So, each day, in hospital and now at home, I've sat listening to little women, and coloured in. I felt like part of the family, joining in around the the fire, as Jo would write, and Beth would sew or knit, I'd be colouring in... and creating....



And when I was playing with my image to put on Instagram, I found that I could do this to my image... it is a fun way to pass the day.


Here is what has been said of secret garden, by this blogger...

There are other adult coloring books out there, but Secret Garden and its companion, Enchanted Forest, are probably the king and queen of the genre—in other words, something pretty special. When my book arrived, I was delighted to discover 96 pages of beautiful pen and ink drawings on thick, creamy paper. The drawings feature the flora and fauna of Basford’s home in rural Scotland. At the beginning of the book is a guide to creatures that are hidden within the detailed drawings. If you visit Artist Goes Outside The Lines With Coloring Books For Grown-Ups on the National Public Radio Web site, you can see some images from the book and listen to an interview of the author..

So, what this space, and see what is yet to come... I may even get some books read yet...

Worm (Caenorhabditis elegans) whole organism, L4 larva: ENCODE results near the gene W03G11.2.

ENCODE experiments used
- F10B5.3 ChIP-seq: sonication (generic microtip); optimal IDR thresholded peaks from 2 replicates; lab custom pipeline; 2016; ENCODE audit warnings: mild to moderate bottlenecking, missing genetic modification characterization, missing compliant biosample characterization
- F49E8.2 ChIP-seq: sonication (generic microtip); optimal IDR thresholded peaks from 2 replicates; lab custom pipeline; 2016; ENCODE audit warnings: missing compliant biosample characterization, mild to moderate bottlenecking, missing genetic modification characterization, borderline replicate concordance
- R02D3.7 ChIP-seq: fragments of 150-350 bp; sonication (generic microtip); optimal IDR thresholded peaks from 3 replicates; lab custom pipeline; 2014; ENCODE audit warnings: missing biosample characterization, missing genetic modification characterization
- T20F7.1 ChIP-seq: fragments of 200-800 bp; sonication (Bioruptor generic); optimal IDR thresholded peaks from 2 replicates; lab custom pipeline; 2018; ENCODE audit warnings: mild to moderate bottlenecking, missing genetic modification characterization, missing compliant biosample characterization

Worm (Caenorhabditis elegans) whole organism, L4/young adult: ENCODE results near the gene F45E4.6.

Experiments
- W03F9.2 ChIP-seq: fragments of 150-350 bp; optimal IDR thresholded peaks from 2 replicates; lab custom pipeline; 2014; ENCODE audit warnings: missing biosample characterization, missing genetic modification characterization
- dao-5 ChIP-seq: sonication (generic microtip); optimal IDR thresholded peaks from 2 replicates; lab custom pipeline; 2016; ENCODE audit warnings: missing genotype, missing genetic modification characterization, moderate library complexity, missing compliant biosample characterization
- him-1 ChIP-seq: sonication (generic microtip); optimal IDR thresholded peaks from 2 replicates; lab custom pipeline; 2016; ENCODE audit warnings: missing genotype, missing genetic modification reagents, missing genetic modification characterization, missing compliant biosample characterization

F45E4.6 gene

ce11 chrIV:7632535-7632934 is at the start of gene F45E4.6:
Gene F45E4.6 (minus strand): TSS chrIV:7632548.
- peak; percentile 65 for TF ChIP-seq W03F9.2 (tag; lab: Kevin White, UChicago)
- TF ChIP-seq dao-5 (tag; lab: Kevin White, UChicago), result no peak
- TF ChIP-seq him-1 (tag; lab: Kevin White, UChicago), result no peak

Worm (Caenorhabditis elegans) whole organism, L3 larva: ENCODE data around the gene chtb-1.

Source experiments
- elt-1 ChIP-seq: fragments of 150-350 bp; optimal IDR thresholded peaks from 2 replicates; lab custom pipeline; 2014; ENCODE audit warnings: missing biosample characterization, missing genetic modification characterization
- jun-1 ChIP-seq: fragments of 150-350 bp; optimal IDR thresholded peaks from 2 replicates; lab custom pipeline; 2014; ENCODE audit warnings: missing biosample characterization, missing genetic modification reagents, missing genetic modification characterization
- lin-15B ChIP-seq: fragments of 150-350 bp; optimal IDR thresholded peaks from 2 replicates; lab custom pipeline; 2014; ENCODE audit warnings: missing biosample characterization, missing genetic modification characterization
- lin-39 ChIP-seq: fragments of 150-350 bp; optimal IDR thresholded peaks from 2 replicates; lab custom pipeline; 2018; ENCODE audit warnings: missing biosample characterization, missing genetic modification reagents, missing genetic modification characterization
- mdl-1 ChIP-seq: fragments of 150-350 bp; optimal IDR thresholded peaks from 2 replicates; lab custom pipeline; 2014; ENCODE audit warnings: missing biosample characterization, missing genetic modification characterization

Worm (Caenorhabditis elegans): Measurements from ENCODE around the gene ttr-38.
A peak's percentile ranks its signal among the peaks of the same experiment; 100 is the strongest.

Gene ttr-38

Tuesday, February 14, 2017

JLC 10 - book review - the housekeeper and the professor

Japanese literature challenge 10


I read The Housekeeper and the Professor for this years Japanese Literature Challenge.  

It was a while ago when I read it, so I just refreshed my memory by reading this review by Lonesomereader. This was such a good review I thought I'd share it here. I totally agree, this was a simple but elegant story, that captivated me and some what excited me. 

I was worried that I wouldn't have the concentration to focus on some of my choices for this years JLC (as I'm on some pain medications at the moment). But not to worry, this was lovely, and just right. 

The story is about a mathamatician who has suffered a brain injury and can not remember todays events. He still has all his mathamatical skills. His sister in law hires him a housekeeper to help keep him independent at home. After a string of housekeepers, this one stays. 

Im not into maths or science at all, but this engaged me into his love of numbers, just as the housekeeper was entranced. She introduced her son to the professor, and the three of them somehow seemed to bring out the best in each other. The young boy understood the professors needs in a way that surprises the reader but touches the soul. The professor, who by all accounts, was unable to buikd relationships due to his memory, became strongly connected to the boy in a truly endearing way.